Many believe the Russians are bluffing. However, in case utilized, all nations will seek to acquire nuclear weapons as security. Thus, irrespective of Russian intent, this threat must be condemned by Delhi, as it could result in nuclear proliferation. The other aspect which necessitates an Indian review is Moscow's annexation of Ukrainian territories. This is a precedent which must never be permitted. Taiwan, islands in the South China Sea, claimed parts of Bhutan and Nepal or even Indian territory currently under its control, including Aksai Chin or Ladakh, could be annexed by China on a similar pretext.

China could also threaten the use of nuclear weapons against nations coming to the aid of Taiwan in case it decides to undertake a military approach. After all, countries seek precedents and Russia is providing them. The US Ambassador to the UN, Linda Thomas-Greenfield, rightly stated that the referendum was 'held behind the barrel of Russian guns,' and added, "All of us understand the implications for our own borders, our own economies and our own countries if these principles are tossed aside."

The Chinese sham elections in December last year in Hong Kong, under the barrel of a gun, to push through a pro-Beijing government is almost similar to the sham referendum. Russian annexation must face global criticism before it is considered a norm. China is currently hesitant due to US support for Taiwan as also nations with whom it is in a dispute over South China Sea islands. It fears it may fail and also invite global wrath. Thus, it has projected peaceful reunification with Taiwan, which appears unlikely.

At some stage, it may attempt a Russia-type invasion. India has thus far managed to keep the Chinese at bay. Russia's invasion of Ukraine including annexation and nuclear threats suit China. It would be observing the global reaction; hence it abstained from the UNSC, as it may, in future, contemplate a similar course. For India, legalising annexation by abstaining on the premise of a belief in dialogue is a wrong decision. While Delhi may advocate talks, it must condemn both the annexation and nuclear threats.

A dangerous turn in Russia-Ukraine war


The Daily Star, Bangladesh

We are deeply worried about the dramatic turn of the Russia-Ukraine war after Russia's annexation of four captured regions of Ukraine. According to media reports, President Vladimir Putin on Friday signed documents to formally begin the process of incorporating Russian-controlled Luhansk and parts of Donetsk, Kherson and Zaporizhzhia into the Russian Federation after a series of disputed referendums. It effectively provides Moscow a land bridge to Crimea, the peninsula that it annexed in 2014. While Crimea represented the first annexation in Europe since World War II, the latest move represents the biggest such annexation. Together, all five regions make up around 20 percent of Ukrainian territory.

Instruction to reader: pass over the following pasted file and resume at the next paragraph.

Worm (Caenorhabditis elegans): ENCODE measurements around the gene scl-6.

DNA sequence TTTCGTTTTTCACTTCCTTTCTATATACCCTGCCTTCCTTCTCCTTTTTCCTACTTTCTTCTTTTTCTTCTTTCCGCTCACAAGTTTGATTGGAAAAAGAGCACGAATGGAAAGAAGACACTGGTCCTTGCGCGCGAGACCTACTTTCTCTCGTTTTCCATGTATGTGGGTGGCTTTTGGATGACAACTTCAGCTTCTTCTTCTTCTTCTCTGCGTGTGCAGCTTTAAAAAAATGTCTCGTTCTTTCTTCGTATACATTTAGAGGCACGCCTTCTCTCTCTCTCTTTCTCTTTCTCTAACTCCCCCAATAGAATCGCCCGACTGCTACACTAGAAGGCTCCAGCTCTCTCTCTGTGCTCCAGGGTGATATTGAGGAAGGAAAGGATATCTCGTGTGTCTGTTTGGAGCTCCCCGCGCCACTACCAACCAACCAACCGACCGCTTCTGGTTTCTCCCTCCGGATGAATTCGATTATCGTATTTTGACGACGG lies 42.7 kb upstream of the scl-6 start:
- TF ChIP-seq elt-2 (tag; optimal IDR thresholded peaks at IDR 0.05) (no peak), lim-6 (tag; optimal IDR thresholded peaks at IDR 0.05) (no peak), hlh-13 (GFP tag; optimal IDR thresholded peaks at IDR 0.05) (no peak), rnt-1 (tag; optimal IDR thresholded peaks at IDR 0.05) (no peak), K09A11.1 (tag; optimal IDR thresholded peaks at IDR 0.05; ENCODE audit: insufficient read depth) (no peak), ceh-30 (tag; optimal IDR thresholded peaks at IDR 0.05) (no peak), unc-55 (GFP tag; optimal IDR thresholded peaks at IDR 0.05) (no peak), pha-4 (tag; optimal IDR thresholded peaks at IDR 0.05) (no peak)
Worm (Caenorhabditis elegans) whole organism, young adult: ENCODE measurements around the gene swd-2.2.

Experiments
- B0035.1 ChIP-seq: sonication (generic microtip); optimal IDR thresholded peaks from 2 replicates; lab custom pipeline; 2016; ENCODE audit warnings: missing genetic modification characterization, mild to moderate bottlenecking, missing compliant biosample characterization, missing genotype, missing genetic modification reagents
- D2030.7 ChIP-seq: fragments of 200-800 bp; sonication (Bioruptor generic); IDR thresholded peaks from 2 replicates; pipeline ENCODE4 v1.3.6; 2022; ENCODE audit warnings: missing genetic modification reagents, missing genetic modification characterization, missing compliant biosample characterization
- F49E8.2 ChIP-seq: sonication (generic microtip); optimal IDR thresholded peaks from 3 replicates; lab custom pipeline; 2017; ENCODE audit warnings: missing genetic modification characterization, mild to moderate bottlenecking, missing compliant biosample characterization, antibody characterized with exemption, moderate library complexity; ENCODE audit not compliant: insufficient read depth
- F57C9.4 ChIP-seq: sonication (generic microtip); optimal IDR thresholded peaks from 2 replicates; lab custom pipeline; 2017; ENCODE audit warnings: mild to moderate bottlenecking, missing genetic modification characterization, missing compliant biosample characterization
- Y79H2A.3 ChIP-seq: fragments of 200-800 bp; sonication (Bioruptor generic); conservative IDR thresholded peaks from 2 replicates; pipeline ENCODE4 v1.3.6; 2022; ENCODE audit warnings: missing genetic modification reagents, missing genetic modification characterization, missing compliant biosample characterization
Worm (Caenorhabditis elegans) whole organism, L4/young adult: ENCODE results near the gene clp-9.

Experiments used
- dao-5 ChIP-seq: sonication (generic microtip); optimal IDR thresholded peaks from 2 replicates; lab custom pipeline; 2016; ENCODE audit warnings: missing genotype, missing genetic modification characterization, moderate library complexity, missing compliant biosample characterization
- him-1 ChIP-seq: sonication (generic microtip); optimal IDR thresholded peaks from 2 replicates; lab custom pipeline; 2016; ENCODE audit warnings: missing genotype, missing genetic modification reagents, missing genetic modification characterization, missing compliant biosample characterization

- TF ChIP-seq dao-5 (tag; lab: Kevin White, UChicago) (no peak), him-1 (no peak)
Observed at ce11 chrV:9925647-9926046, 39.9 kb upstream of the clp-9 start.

While Crimea represented the first annexation in Europe since World War II, the latest move represents the biggest such annexation. Together, all five regions make up around 20 percent of Ukrainian territory.

We condemn the latest annexation and slow Russification of a sovereign country in the strongest terms. Altering borders with brute force is not just a clear violation of international law. It represents the height of absurdity of a war - now in its eighth month - that has proven to be detrimental to even faraway countries like Bangladesh. The disruptions caused by the war and the West's response to it - in the form of heavy banking, trade and commercial sanctions - led to unprecedented crises in the global supply chain. On the ground, countless people have been killed, injured and displaced. With the Ukrainian forces clawing back wins in recent weeks, and the mass mobilising of Russian forces as a result, along with the threat of using nuclear weapons, things are quickly becoming totally unmanageable.

The irony of the latest development is that Putin, at the annexation ceremony in Kremlin, slammed the colonial past of a "satanist" West. He said western colonies had carried out genocide, opium wars and plundered states. There is no disputing that. But does it justify his own "colonisation" project? He signalled his willingness to continue the battle for a "greater historical Russia", using whatever tools he had at his disposal. Ukraine as a sovereign nation must not be a victim of that battle. And the West, on its part, must ensure it does not contribute to it by escalating tensions to a point where such drastic actions find justification.

The West, so far, has been an active if unreliable third party in this war, its actions nearly having as much of an effect on the world as the two warring parties. Instead of trying to assuage tensions, it has been a provocateur at times. Its sanctions, aimed at the Russians and Russian interests, have instead caused suffering globally. Clearly, this strategy of aiding Ukraine militarily and punishing Russia economically is not having the desired effect, which only shows the importance of using more judicious means and solutions.

We urge the Russian authorities to refrain from their destructive pursuit in Ukraine, and the international community to prepare the ground for de-escalation of tensions. Nothing justifies continuing this war or any illegal takeover of occupied territories. We urge everyone to pursue peaceful and diplomatic solutions to end this war.

  • The View From Asia is a compilation of articles from The Straits Times' media partner Asia News Network, a grouping of 22 news media titles.